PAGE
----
I’m having the same question come up in my work. So, Presequent or sursequent or supersequent all seem like they could work. But, I would like to know if I am reinventing the wheel. I don’t think the original question was answered properly because this isn’t a question about the conditional so much as the order in which it is stated or read.
It becomes clear when dealing with bi-conditionals.
A iff B
A and B each serve as one another’s consequent and antecedent in A if B and A only if B.
In functions, the term surjection is used as in super-jection for half of the Bijection. (injections are the other half).
In family trees, I believe it is ascendents and descendants.
In project or task managment, Parent-tasks and Child-tasks are sometimes parent-tasks and sub-tasks.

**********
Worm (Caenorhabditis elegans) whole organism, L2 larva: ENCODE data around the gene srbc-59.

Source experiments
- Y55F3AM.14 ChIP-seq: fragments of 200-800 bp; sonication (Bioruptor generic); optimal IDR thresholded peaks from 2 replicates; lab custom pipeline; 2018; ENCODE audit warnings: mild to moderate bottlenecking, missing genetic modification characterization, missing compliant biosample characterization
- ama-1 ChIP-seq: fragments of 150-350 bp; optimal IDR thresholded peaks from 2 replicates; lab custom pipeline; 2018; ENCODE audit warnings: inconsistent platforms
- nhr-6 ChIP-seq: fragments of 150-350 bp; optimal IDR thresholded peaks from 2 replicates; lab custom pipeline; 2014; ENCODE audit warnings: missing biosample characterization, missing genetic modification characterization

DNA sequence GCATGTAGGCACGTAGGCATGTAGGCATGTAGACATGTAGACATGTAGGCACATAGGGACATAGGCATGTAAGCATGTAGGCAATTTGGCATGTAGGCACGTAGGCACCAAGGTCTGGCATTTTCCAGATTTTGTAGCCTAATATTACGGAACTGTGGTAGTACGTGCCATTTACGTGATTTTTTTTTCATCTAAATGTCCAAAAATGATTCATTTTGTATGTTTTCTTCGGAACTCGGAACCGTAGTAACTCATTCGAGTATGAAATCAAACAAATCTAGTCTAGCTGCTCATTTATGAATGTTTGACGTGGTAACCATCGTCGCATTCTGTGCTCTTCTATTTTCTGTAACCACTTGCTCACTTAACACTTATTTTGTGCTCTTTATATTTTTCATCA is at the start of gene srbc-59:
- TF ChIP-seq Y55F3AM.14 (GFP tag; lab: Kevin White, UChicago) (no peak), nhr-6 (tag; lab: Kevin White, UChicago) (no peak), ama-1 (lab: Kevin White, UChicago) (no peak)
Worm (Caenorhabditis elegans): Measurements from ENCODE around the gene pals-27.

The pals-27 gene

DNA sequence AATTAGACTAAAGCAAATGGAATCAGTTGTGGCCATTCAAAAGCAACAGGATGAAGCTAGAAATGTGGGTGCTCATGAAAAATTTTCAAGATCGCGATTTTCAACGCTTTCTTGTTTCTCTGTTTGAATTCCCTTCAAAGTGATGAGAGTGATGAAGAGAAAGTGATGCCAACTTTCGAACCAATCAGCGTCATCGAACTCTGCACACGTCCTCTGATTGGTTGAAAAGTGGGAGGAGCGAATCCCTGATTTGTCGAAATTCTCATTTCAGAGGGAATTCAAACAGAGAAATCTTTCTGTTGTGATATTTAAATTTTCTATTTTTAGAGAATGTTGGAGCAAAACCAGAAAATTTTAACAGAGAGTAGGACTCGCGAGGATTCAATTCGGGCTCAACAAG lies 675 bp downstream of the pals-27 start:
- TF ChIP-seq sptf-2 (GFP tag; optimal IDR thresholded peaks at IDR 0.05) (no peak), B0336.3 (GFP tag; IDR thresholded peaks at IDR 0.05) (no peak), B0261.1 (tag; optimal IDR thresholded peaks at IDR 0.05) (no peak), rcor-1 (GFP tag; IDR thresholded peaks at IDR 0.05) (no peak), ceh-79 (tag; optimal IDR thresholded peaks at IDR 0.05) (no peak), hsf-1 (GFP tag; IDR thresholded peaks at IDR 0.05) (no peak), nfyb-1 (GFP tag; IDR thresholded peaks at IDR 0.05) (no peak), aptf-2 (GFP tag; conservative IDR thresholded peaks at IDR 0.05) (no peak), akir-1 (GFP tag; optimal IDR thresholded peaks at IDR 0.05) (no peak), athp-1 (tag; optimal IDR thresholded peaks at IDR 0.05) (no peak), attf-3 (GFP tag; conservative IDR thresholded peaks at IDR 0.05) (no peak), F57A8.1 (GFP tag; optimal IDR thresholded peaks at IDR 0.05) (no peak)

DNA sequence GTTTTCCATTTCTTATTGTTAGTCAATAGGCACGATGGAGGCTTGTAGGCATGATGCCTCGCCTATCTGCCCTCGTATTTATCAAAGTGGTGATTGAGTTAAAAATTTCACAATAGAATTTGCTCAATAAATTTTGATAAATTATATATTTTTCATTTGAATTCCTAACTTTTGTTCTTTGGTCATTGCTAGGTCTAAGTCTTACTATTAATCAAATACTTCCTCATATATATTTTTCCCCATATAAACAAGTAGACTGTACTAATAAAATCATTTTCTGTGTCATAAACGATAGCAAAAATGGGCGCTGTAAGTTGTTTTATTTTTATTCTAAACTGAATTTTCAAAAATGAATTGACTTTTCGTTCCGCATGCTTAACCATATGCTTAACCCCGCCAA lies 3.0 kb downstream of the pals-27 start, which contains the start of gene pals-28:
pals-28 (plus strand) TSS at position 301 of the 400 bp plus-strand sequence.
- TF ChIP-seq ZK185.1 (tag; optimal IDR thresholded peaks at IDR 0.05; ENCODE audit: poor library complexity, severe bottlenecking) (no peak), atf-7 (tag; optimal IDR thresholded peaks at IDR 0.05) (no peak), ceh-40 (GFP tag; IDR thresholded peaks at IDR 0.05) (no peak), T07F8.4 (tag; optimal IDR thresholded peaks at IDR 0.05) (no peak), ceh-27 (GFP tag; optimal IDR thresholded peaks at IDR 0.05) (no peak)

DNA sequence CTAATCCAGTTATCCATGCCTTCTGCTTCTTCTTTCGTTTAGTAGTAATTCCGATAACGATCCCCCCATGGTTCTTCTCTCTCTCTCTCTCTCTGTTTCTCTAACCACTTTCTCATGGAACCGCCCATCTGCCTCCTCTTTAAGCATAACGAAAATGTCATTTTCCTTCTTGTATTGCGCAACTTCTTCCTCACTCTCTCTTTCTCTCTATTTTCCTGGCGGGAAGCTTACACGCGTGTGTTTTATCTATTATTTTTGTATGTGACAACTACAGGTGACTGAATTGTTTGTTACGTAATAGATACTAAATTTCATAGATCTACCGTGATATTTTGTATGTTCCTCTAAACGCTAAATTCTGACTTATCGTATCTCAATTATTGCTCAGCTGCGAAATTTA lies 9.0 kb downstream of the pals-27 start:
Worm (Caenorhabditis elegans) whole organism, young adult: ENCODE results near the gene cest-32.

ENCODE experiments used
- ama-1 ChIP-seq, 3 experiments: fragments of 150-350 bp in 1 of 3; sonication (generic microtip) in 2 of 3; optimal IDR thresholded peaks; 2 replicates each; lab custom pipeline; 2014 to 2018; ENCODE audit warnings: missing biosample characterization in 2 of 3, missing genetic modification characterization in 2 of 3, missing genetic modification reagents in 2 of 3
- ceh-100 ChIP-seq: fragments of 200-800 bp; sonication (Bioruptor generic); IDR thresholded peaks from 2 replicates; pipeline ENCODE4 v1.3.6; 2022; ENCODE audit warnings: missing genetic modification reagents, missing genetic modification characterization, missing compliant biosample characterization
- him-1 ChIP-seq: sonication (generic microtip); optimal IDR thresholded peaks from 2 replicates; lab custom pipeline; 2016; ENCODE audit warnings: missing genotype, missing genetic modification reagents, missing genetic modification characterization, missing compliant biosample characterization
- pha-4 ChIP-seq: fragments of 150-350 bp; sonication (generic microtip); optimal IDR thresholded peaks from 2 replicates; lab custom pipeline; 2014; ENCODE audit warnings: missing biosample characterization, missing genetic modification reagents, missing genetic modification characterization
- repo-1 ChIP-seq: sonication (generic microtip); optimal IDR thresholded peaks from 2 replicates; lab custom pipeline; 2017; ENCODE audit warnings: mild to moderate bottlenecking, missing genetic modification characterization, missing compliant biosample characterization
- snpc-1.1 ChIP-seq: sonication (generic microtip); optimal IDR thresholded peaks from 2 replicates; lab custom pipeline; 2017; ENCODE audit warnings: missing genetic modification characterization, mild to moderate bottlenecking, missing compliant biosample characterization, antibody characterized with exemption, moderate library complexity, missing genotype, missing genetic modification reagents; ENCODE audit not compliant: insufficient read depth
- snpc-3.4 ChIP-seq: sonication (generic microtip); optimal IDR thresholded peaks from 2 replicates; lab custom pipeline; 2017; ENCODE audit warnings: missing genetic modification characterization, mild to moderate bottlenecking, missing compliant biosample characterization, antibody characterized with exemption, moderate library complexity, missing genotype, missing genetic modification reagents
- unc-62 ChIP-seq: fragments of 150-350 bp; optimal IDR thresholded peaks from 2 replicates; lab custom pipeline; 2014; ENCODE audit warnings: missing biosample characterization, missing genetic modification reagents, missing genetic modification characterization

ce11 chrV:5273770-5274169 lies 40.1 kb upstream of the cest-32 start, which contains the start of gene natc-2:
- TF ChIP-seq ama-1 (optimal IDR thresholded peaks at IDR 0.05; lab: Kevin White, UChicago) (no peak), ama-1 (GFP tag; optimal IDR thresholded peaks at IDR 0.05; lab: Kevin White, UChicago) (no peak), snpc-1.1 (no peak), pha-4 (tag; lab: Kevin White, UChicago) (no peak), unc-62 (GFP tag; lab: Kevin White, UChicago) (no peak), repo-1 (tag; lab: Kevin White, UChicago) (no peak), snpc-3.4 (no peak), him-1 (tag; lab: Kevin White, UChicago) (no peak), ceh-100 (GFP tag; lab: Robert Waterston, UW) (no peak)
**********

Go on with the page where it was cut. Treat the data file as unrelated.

Similarly, predecessor and successor for dependencies.
First and second conditional clauses are part of grammar.
main and dependent clauses seem to parallel consequent and antecedent along with their Greek counterparts, protasis, apodosis.
“prosequent” and “antsequent” seems like mixing latin and greek roots unnecessarily.
So, isn’t sur- or super- the right prefix to use with subsequent when tracking the “sequents?”
Thanks for indulging this! This seems particularly important for necessity and sufficiency when considering “because and only because” statements, too.